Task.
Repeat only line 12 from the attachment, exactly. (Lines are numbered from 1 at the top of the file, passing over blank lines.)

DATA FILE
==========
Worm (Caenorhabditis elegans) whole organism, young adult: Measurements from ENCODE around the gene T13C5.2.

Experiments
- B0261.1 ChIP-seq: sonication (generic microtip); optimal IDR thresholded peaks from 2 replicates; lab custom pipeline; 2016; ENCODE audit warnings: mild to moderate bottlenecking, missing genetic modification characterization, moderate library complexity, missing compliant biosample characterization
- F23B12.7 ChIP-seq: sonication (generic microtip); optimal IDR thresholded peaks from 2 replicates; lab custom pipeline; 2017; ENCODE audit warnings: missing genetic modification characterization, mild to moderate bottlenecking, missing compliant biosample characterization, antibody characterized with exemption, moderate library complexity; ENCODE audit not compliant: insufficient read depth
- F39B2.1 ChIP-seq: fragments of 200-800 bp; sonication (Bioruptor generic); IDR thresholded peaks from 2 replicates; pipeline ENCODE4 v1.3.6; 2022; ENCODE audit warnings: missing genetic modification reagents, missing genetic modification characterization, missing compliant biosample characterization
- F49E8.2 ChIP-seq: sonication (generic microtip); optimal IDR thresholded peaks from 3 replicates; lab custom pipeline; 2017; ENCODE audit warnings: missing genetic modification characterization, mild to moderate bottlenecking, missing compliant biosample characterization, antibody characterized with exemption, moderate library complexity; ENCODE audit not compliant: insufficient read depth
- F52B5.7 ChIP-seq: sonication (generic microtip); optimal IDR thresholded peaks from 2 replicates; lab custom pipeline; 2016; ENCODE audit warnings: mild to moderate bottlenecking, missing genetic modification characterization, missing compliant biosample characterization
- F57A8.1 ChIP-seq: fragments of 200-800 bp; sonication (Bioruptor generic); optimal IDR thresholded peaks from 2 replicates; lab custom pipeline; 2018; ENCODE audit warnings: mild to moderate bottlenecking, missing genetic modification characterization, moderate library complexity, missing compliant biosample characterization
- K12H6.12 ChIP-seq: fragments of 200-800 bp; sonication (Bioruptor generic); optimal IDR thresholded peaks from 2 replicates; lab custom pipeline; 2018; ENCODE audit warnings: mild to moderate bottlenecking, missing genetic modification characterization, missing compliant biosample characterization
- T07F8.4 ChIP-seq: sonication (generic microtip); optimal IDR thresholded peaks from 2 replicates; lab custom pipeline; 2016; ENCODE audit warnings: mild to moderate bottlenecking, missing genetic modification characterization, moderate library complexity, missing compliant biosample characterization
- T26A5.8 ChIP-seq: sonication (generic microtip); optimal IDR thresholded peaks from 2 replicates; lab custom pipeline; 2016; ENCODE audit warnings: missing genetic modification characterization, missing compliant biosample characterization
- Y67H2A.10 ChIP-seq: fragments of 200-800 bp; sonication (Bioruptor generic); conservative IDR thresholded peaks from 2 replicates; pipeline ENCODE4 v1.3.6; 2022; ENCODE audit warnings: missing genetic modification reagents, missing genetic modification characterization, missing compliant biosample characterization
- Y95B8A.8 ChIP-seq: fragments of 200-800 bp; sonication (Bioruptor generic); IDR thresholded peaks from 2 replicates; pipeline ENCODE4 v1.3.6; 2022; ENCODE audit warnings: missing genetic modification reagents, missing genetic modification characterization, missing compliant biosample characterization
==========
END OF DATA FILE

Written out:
- Y67H2A.10 ChIP-seq: fragments of 200-800 bp; sonication (Bioruptor generic); conservative IDR thresholded peaks from 2 replicates; pipeline ENCODE4 v1.3.6; 2022; ENCODE audit warnings: missing genetic modification reagents, missing genetic modification characterization, missing compliant biosample characterization